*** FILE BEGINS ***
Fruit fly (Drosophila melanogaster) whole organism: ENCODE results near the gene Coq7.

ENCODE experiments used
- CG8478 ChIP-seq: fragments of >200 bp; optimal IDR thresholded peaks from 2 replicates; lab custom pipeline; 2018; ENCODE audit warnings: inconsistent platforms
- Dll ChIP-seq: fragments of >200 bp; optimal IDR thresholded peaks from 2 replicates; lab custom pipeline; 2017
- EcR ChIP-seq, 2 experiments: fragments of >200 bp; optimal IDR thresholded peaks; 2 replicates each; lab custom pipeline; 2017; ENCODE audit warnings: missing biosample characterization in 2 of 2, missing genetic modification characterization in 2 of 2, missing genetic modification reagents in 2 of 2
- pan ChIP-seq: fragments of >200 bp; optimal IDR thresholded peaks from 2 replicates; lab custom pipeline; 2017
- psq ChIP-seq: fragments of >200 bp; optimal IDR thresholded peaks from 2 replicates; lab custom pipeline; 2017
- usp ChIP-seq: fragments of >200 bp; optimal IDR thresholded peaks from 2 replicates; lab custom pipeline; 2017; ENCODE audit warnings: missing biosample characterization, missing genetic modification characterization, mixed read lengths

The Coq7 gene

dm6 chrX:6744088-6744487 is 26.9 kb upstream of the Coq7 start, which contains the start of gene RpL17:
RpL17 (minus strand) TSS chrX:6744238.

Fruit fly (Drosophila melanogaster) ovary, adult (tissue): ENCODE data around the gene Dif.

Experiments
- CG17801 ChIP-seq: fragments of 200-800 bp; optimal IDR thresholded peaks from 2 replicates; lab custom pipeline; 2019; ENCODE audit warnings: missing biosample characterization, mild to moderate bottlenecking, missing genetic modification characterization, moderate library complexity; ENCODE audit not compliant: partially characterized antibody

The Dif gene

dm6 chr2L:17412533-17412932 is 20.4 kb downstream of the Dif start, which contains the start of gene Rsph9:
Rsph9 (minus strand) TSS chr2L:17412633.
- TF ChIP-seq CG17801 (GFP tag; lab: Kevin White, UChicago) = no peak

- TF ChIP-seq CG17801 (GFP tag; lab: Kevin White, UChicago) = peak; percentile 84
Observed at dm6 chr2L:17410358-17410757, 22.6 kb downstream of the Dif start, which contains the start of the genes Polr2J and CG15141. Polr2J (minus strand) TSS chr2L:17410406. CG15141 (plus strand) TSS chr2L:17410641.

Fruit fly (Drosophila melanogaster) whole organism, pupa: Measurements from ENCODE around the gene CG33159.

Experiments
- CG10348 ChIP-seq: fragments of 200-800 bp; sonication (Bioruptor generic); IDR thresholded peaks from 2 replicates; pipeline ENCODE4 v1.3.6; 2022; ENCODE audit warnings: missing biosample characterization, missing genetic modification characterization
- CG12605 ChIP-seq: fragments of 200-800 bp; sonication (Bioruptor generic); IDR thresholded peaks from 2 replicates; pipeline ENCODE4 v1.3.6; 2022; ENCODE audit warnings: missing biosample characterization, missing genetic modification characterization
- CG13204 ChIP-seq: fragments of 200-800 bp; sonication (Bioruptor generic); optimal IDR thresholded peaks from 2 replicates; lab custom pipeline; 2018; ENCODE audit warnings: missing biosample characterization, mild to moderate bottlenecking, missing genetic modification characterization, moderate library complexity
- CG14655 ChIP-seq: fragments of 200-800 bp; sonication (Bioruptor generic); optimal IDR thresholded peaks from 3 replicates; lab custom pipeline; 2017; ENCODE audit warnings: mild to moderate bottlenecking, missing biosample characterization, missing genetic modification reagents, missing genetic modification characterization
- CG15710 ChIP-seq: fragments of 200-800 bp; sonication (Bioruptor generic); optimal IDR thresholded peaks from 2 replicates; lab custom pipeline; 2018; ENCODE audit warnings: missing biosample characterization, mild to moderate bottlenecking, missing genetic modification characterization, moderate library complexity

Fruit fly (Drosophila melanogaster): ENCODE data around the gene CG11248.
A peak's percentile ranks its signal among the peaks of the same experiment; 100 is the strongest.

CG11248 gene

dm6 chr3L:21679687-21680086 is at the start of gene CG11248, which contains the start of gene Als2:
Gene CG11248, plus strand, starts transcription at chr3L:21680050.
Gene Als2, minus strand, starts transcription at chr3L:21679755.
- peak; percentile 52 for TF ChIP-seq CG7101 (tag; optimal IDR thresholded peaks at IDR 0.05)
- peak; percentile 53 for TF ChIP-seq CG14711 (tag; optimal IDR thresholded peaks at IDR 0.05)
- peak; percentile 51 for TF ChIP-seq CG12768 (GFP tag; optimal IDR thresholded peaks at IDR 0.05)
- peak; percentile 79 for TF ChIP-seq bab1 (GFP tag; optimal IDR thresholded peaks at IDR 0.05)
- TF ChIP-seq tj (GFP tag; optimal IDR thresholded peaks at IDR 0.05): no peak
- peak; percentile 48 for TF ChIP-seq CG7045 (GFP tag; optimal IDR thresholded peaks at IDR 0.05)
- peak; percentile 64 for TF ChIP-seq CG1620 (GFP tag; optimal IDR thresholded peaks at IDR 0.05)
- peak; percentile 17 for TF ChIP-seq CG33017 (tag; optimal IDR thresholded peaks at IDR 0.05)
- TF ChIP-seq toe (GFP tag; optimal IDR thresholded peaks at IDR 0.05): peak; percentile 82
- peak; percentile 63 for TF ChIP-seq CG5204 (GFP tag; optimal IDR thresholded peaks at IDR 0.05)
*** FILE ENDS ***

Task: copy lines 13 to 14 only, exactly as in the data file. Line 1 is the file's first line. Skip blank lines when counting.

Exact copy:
Experiments
- CG17801 ChIP-seq: fragments of 200-800 bp; optimal IDR thresholded peaks from 2 replicates; lab custom pipeline; 2019; ENCODE audit warnings: missing biosample characterization, mild to moderate bottlenecking, missing genetic modification characterization, moderate library complexity; ENCODE audit not compliant: partially characterized antibody